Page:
The deliciously effervescent sound of Orchestra Baobab, an especially sublime blend of Afro-Cuban and myriad pan African traditional and contemporary influences, was the cutting edge of Afro-pop in the 1970s. The group was formed at the beginning of that decade to play at the new, sophisticated Baobab Club in the Senegalese capitol of Dakar. Operating as something of a collective, the new band was then unusual for its integration of modern and traditional instruments (especially the famous talking drums), singing in indigenous languages, and incorporating genres from across the continent. The sound that emerged—and that's still intact 38 years later—was wonderfully melodic and enticing, with Caribbean and African rhythms entwining in glorious percolation, rich vocal harmonies, electric guitar lines from Barthélemy Attisso skittering across the mix, and a bristling horn section chortling away or sidling its way among the other elements. Highly influential in its heyday, OB gradually fell out of fashion and disbanded in 1985, but reunited with many original members for a 2001 London concert. The group was greeted with such acclaim that it again became a full-time enterprise, releasing a pair of new albums since the break, including this spring's irresistible Made in Dakar (Nonesuch). $50 at 7 p.m.; $35 at 9:30 p.m.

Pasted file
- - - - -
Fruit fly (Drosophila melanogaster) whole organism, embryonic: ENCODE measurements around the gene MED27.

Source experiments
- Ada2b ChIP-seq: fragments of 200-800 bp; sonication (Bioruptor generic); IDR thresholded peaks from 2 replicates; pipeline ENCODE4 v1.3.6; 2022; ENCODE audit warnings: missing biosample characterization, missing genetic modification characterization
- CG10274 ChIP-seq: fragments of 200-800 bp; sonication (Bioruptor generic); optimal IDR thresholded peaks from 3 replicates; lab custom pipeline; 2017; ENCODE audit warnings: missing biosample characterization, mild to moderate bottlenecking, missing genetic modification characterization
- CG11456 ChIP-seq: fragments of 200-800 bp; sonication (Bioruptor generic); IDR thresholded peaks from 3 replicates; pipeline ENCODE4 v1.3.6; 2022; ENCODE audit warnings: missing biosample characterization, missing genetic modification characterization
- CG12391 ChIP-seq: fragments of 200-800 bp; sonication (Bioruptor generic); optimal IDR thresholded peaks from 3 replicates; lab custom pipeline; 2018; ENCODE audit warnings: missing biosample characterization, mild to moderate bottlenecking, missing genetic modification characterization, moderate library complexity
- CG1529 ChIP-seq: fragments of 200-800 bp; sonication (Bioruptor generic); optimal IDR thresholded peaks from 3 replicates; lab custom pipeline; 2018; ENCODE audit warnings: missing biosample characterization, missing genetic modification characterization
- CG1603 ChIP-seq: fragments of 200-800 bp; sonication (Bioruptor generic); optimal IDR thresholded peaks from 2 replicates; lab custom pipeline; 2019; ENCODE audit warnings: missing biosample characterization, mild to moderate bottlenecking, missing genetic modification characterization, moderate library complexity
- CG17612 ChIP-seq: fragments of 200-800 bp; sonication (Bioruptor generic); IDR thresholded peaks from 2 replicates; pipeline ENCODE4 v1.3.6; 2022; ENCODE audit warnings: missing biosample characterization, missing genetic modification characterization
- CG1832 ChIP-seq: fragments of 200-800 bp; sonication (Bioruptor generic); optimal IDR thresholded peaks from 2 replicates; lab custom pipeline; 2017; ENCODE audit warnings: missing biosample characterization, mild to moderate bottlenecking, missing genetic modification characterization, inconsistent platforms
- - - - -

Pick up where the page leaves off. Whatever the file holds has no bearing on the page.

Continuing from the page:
Mon., June 30, 7 & 9:30 p.m., 2008
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